Natural grass wouldn’t have prevented Aaron Rodgers’ injury

Natural grass wouldn’t have prevented Aaron Rodgers’ injury

It’s always interesting to see how leagues and players’ unions react to injuries. Zaza Pachulia stepped under Kawhi Leonard’s foot, and now NBA defenders can’t impede a shooter’s landing zone. Buster Posey getting blasted by Scott Cousins led to MLB banning plays at the plate. On Monday, Aaron Rodgers tore his Achilles on the notoriously sketchy MetLife turf, and as a result, the NFLPA wants all grass fields.

“Moving all stadium fields to high-quality natural grass surfaces is the easiest decision the NFL can make,” said NFLPA executive director Lloyd Howell. “The players overwhelmingly prefer it and the data is clear that grass is simply safer than artificial turf. It is an issue that has been near the top of the players’ list during my team visits and one I have raised with the NFL.”

Jets coach Robert Saleh said he thought the QB’s injury was “forcible,” and didn’t blame the playing surface, but did go on to acknowledge that the players prefer grass, and “there’s a lot invested in those young men.”

While it’s a nice sentiment and worthy cause — some soccer players, including Lionel Messi, flat-out refuse to play on artificial turf — the issue with changing to “high-quality natural grass surfaces” is cost and upkeep. The Chicago Bears play on grass, yet it’s not the highest quality because maintenance doesn’t match the foot traffic on Soldier Field due to public events.

In certain instances, the field needs completely new sod, which is expensive, and also has to be installed properly. And even then it can go wrong. The grass at the most recent Super Bowl, held at State Farm Stadium in Glendale, Ariz., was heavily criticized by both teams and, according to a former NFL groundskeeper, it had a “rotten smell” and began to decay before the game.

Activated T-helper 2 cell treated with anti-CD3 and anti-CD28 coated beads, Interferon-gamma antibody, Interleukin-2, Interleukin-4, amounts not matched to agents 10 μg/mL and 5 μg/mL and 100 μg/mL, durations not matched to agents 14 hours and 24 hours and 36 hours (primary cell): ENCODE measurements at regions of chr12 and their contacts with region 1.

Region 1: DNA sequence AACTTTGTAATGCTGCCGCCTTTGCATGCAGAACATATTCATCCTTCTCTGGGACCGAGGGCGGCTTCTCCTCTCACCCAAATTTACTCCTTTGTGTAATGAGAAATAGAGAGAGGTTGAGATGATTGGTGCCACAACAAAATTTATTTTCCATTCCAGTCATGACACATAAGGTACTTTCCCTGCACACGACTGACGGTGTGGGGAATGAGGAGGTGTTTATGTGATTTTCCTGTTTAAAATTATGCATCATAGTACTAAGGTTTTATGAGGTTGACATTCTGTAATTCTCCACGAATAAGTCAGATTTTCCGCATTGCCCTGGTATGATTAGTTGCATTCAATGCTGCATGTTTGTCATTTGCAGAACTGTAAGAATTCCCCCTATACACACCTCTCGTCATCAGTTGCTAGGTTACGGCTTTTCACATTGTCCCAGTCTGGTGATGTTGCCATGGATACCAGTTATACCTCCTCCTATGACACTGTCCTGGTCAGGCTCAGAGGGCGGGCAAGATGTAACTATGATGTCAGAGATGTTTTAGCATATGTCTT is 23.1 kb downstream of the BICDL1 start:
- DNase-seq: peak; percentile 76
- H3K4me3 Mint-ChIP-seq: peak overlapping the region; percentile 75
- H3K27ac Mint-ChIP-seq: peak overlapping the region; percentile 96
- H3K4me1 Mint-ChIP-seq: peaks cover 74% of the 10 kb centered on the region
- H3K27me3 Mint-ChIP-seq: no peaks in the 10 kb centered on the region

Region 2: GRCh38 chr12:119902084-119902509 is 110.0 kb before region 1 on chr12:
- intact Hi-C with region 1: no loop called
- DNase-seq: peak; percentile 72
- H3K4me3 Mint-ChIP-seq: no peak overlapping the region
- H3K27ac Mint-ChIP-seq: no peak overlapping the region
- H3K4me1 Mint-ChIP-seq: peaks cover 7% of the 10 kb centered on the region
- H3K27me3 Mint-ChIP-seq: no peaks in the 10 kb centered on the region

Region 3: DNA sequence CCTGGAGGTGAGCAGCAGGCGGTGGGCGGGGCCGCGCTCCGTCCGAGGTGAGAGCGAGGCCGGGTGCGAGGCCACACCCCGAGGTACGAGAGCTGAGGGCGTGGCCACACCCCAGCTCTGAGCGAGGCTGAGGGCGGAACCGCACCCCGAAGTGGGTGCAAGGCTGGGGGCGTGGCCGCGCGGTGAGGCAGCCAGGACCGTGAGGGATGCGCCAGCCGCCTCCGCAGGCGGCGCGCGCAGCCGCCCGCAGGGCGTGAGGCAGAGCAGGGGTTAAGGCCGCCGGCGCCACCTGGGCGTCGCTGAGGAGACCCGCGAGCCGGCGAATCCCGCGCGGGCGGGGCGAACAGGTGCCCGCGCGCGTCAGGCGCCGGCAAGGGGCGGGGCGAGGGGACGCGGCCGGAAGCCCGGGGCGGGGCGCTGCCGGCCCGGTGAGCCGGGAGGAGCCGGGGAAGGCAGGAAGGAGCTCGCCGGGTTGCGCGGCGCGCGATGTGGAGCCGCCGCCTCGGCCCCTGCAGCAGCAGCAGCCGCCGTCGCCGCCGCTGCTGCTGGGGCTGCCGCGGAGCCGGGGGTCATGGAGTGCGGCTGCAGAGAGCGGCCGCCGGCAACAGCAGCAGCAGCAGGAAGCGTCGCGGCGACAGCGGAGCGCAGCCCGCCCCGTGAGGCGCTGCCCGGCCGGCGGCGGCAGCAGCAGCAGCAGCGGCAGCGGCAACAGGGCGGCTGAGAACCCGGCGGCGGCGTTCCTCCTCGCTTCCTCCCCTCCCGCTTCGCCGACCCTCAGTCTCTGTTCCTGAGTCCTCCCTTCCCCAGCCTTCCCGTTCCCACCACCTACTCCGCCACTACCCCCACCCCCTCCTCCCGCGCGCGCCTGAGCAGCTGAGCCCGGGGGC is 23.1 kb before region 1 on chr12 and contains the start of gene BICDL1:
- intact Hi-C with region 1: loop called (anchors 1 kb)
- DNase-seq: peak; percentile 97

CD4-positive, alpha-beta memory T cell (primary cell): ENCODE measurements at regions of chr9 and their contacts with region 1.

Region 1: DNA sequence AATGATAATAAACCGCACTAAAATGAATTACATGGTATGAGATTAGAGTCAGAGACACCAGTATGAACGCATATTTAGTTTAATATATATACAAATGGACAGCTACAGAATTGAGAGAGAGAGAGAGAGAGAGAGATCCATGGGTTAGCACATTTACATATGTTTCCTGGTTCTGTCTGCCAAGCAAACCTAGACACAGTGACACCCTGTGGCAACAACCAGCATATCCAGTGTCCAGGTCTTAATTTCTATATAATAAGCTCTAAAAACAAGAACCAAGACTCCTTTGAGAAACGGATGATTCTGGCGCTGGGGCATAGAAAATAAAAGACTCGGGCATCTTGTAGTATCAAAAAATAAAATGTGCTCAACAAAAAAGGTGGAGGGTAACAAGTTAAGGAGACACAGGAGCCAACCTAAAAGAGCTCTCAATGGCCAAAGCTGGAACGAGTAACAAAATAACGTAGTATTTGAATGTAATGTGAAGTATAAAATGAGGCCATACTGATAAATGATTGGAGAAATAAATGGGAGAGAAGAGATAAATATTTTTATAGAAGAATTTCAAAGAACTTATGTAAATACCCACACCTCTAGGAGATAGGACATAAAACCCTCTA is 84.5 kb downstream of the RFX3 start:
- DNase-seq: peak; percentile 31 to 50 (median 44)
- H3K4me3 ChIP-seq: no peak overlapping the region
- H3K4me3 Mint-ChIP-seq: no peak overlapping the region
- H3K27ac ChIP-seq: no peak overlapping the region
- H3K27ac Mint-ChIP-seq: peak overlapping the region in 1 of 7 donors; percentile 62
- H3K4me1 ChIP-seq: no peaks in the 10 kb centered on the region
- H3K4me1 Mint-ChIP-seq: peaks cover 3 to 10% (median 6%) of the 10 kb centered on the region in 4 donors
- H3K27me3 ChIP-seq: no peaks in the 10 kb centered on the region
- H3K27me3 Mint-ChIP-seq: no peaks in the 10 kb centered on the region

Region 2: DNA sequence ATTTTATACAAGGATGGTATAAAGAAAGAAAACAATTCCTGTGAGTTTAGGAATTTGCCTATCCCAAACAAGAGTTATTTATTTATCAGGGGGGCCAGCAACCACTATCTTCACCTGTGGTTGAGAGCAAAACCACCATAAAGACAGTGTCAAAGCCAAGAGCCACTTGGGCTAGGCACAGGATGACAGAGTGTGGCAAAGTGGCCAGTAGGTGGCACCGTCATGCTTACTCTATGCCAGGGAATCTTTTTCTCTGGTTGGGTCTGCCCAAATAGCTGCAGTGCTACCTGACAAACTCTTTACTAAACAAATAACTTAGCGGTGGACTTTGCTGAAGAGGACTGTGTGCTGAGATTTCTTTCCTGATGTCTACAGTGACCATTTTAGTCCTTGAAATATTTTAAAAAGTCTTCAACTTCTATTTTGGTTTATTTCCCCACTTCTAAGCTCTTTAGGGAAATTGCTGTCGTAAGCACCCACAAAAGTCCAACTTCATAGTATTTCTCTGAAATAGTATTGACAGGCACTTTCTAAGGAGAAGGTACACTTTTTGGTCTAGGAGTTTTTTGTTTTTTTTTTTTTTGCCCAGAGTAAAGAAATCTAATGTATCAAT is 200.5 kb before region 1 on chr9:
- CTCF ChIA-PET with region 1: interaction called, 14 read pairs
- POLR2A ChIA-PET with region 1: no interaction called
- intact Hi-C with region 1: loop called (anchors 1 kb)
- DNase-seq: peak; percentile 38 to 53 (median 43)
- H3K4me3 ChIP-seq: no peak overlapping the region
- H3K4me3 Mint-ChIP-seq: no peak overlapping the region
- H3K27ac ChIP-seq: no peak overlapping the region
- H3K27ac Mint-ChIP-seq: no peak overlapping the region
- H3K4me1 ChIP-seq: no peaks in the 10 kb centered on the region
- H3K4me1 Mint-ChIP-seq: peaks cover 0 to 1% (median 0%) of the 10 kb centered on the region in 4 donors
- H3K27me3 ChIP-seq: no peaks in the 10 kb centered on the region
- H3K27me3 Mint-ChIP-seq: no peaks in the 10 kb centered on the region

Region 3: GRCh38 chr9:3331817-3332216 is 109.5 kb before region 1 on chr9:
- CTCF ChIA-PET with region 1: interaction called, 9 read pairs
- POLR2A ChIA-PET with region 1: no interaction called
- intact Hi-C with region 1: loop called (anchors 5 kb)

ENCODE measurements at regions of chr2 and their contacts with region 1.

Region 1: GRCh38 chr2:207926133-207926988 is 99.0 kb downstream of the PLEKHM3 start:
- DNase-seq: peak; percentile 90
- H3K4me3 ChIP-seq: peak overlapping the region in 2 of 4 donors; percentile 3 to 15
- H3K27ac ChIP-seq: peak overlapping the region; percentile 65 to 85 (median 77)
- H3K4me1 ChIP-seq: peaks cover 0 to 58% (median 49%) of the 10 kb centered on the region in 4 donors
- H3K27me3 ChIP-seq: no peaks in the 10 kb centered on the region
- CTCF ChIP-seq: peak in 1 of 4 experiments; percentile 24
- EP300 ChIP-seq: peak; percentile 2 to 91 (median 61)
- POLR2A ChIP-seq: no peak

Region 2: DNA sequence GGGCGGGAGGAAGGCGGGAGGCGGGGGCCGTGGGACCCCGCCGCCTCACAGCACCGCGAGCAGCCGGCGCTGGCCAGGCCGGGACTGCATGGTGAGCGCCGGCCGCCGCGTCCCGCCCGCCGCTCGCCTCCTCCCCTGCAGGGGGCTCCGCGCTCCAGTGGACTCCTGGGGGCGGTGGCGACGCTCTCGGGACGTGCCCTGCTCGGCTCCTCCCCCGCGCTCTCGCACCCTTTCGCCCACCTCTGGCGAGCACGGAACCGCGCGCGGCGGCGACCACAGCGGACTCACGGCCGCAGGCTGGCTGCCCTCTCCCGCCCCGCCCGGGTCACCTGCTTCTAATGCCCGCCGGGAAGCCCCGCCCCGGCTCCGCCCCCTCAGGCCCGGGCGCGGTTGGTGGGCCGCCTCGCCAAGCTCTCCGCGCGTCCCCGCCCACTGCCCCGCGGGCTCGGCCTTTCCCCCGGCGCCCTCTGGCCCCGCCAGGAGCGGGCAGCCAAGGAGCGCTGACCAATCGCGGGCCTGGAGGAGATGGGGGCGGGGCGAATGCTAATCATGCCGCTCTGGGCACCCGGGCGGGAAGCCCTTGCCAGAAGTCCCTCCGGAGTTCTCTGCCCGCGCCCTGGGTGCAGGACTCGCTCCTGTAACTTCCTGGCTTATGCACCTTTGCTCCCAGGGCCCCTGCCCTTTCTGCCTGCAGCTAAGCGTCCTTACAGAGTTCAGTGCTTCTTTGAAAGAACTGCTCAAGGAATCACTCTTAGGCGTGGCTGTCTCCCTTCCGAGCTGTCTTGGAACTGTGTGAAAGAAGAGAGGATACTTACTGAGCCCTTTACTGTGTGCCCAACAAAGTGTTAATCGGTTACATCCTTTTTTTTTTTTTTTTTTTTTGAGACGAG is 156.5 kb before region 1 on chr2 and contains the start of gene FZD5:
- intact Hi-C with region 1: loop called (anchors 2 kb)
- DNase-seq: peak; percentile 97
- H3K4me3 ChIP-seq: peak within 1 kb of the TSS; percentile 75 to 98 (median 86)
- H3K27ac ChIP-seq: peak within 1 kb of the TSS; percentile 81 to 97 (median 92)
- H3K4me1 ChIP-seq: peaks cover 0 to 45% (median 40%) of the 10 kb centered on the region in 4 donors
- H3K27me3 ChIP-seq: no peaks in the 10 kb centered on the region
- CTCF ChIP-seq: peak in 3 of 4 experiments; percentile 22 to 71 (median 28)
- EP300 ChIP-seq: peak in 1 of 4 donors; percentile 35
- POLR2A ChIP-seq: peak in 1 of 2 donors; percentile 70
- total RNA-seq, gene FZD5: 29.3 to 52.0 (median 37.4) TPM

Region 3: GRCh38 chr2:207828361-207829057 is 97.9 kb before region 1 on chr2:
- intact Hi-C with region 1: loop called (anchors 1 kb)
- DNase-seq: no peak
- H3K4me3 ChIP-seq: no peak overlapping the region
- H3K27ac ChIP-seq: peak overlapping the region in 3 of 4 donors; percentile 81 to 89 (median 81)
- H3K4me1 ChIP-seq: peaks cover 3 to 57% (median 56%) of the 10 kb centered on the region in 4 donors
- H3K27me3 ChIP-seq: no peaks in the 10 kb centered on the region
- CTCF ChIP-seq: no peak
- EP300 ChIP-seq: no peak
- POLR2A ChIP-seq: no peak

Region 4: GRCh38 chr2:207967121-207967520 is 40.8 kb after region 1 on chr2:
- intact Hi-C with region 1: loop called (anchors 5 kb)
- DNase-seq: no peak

Obviously, there are a ton of logistics that go into a Super Bowl field — the halftime show prep and rehearsals most notably — but this is the biggest sports showcase in America, and it was still botched.

I have little faith that these owners, some of whom are very cheap, will put the requisite resources toward the upkeep it takes to maintain a safe and pristine field. The Cincinnati Bengals are finally getting their own indoor practice facility after having to use the University of Cincinnati’s facility when temperatures drop, and you think Mike Brown is going to renovate Paycor Field?

In March, Bengals Executive Vice President Katie Blackburn defended the team’s slit-film turf despite research showing a higher risk of lower extremity injuries on that surface, and the NFLPA seeking to ban it altogether.

“I don’t have statistics, but I really don’t think our turf has been a huge problem. Or a problem at all, to be quite honest,” Blackburn told the Cincinnati Enquirer at the time.

There also are multiple franchises that play in domes, making it impossible to have grass without an overhaul and/or intricate system in place. So this ask by the NFLPA is a lot larger than it appears.

The assumption that the MetLife turf snapped Rodgers’ tendon isn’t entirely accurate. He’s 39 years old, football is a violent sport, and statistically this type of thing was inevitable. At the same time, the guy spent the past 17 years scrambling around the hollowed Frozen Tundra of Lambeau Field, which is perhaps the most scrutinized and well-manicured surface in the NFL, and after four downs on recycled garbage, his season is over.

I’m sure Aaron Rodgers is open to being a martyr, though I’m not positive this is what he had in mind. Regardless, if there is a positive to come out of this unfortunate injury, let it be a pivot to high-quality, natural grass fields.

Original source here

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About the Author

Anthony Barnett
Anthony is the author of the Science & Technology section of ANH.